Health & Comfort
Asbestos in buildings: conducting research to facilitate better management
Researchers at the CSTB are mobilized to support the renovation of housing units by removing the obstacles associated with the presence of asbestos in buildings. To reduce the costs and time needed for asbestos removal, the CSTB is developing innovative tools as part of the Asbestos Research & Development Plan, launched in June 2015 by the French government. These tools improve the on-site detection and measurement of asbestos, and the management of construction sites with a risk of asbestos exposure. The CSTB has drawn inspiration from technologies from other fields to meet these needs quickly and efficiently. From verification of concept, to laboratory model to prototype, here is a look at the R&D underway.
How can the presence of asbestos be quickly detected in buildings to be renovated? How can workers be protected from exposure? How can asbestos waste management be improved, while protecting the environment?
- The CSTB answers these questions by developing innovative prototypes for:
- on-site detection of asbestos in a building's materials
- real-time dust monitoring during the work
- the reduction of asbestos fiber emissions from machine tools
- the neutralization of asbestos waste.
From left to right: laboratory model for sampling potentially asbestos-laden materials; laboratory measurement of the dust level; low-emission process for mechanically removing asbestos; treatment of asbestos waste by physicochemical means.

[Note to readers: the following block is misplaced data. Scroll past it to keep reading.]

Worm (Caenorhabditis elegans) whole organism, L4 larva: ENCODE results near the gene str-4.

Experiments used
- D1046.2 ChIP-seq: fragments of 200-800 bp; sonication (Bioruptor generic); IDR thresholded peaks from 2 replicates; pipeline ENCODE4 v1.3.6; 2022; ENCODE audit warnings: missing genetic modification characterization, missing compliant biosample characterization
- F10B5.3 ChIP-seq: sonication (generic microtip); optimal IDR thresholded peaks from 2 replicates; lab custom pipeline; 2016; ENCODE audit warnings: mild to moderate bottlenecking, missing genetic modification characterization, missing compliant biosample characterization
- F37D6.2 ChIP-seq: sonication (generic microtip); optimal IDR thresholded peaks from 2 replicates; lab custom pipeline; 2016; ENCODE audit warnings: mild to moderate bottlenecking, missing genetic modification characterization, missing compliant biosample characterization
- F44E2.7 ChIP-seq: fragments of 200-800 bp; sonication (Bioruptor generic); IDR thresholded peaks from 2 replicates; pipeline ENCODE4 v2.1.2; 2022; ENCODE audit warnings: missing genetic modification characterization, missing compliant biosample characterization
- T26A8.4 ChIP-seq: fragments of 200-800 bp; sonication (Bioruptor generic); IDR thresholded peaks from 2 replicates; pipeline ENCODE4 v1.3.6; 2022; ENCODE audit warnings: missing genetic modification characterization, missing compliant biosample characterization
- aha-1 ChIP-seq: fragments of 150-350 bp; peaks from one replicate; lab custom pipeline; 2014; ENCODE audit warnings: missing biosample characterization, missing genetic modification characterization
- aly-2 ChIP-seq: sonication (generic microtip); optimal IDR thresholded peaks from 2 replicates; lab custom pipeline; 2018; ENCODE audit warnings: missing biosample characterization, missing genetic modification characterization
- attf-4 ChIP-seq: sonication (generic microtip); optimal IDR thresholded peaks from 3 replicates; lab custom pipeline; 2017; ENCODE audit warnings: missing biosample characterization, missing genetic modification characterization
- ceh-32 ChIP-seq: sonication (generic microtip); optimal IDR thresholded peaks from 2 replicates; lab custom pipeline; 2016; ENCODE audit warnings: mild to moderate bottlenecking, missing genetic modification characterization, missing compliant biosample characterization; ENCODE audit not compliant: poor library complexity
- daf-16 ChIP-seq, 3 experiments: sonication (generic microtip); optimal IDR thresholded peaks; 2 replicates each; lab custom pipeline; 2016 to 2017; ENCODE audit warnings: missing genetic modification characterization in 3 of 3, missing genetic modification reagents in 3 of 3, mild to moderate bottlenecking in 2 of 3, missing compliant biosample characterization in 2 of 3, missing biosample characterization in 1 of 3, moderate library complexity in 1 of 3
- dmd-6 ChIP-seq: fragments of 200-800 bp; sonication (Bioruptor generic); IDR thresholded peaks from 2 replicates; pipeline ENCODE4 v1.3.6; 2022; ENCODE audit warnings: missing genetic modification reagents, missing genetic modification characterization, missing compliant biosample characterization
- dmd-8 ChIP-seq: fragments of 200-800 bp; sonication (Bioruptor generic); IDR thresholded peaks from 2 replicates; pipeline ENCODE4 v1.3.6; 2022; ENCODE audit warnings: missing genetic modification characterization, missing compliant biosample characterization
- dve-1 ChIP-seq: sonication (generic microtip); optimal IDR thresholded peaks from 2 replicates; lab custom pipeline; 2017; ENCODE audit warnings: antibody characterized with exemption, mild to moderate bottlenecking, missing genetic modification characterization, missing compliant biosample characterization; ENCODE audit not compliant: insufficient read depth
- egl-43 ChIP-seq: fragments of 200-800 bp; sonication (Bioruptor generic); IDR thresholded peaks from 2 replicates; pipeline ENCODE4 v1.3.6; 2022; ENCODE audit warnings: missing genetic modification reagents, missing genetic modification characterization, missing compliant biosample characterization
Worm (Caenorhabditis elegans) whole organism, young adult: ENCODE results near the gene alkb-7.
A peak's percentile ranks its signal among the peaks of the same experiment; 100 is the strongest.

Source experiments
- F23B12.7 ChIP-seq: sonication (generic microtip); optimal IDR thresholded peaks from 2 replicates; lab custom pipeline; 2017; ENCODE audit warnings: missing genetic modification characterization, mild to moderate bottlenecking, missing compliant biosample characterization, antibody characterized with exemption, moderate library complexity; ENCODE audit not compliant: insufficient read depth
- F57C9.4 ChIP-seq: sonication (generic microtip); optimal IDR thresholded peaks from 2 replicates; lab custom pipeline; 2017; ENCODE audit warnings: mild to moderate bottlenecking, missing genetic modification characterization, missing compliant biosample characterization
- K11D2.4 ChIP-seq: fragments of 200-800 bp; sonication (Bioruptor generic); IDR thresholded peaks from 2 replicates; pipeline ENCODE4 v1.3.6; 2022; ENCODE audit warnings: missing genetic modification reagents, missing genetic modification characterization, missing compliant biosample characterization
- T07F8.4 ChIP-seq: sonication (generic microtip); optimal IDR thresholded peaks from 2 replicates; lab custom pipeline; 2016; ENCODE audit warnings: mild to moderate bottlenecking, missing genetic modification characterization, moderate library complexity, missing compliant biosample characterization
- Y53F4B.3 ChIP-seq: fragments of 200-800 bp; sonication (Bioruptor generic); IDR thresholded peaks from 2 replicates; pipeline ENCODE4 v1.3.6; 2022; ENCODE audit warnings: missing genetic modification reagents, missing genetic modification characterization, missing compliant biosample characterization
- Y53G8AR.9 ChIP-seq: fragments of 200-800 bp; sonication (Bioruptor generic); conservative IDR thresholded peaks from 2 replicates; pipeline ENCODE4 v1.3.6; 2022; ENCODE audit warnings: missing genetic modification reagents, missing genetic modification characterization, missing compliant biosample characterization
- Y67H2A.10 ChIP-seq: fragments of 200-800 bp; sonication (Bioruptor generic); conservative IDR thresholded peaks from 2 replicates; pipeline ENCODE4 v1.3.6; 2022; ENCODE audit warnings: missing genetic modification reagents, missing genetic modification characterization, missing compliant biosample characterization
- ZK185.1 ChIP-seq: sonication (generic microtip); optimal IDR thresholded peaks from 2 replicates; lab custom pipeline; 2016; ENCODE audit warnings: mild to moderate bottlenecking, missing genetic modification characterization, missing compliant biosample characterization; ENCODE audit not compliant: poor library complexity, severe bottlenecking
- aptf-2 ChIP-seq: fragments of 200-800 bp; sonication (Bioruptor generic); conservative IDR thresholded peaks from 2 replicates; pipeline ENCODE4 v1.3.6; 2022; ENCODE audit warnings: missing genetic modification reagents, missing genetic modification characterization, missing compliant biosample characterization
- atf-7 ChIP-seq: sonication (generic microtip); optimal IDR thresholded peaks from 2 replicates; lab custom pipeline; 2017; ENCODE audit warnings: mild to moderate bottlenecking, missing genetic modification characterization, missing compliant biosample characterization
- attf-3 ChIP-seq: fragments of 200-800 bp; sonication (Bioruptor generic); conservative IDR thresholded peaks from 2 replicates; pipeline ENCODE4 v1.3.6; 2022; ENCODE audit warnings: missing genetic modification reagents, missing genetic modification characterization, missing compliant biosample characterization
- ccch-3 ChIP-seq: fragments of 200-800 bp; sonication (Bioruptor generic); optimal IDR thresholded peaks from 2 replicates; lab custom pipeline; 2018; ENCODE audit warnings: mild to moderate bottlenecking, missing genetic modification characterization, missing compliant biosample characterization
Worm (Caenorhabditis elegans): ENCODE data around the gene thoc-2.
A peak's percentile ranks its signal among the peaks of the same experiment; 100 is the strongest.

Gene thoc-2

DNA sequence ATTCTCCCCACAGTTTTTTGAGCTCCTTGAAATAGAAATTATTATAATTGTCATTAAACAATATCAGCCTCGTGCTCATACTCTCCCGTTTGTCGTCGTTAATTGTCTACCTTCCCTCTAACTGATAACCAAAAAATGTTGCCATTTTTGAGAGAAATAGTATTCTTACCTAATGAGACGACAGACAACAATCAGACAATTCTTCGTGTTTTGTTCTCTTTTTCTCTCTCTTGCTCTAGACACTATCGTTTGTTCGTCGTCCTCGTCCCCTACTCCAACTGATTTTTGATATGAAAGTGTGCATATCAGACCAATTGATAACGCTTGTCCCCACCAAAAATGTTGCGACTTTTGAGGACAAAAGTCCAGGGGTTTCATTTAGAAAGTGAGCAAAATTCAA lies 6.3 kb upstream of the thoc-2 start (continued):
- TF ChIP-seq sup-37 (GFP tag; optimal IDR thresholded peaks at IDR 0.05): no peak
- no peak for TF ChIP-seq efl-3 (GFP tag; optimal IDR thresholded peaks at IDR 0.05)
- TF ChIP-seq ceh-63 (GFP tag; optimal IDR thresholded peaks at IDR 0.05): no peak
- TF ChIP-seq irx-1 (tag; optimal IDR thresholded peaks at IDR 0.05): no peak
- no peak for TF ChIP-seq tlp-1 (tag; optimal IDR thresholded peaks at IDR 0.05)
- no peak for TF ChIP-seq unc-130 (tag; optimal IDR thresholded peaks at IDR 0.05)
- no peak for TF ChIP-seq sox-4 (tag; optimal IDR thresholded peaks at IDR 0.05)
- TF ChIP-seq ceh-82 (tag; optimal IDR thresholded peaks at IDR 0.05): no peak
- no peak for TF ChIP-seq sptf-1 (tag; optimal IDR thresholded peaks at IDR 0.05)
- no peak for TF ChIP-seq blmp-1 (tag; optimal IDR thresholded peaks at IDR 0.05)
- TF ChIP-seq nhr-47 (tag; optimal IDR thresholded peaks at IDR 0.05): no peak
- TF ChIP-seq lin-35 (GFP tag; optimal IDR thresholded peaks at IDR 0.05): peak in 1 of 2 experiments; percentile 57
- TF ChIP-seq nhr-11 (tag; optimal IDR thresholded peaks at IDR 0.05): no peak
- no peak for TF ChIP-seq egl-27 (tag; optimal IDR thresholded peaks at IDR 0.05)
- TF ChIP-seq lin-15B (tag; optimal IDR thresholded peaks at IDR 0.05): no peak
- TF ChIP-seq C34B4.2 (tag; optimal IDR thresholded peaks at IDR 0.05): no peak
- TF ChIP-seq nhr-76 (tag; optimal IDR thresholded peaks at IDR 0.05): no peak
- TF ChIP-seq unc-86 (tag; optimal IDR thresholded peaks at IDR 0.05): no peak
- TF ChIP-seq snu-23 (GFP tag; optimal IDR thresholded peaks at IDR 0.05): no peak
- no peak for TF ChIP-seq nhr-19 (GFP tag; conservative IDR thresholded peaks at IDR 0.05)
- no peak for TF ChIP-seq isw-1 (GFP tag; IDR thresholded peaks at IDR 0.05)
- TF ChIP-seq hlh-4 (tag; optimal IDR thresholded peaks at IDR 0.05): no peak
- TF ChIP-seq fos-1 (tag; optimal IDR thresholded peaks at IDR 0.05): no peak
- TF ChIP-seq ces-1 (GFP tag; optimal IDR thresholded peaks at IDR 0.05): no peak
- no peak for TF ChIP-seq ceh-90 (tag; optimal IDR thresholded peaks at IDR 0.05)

Technology transfer: source of innovation
Applying technology that has been tried and tested in other fields to the problem of asbestos is one of the methods adopted by the CSTB to develop innovative tools that protect the health of people at a building renovation site.
For example, the CSTB chose Raman spectroscopy, a non-invasive optical method used for customs inspections and counterfeiting investigations. This technology, offering excellent miniaturization capabilities, is used for on-site measurement of the dust levels on construction sites involving the renovation of buildings containing asbestos.
The air curtain containment system, used in tunnels to protect people in case of fire, or in the food industry to protect foodstuffs within the cold chain, is also being analyzed by the CSTB to see if it can reduce the emission of fibers during asbestos material removal work.
From the laboratory model to a functional prototype
The CSTB has already developed various laboratory models of innovative processes. But no matter how efficient it is, a model is not subjected to the same real-life demands as a system in the field.
One of the R&D actions to develop these laboratory models consists of miniaturizing them. The CSTB is currently working on transforming the system for sampling potentially asbestos-laden materials and the real-time dust measurement process into tools suitable for on-site use.
Another action concerns the hardening of the models to enable handling under realistic conditions. After assessing the functions of the near-field containment process in a static context, the CSTB optimizes the model to equip mobile machine tools with the system. The aim is to check its ability to isolate asbestos fiber emissions when operators are in motion, during work.
Concerning waste treatment, the principle is to “deactivate” the asbestos. An innovative reactor using a hydrothermal process has been developed for this purpose. The rising water temperature and pressure neutralizes the harmful effects of asbestos waste. The CSTB is currently conducting tests to check its effectiveness and optimize its operating conditions.
The development of four functional prototypes will continue in 2017, with the first releases planned for the end of the year.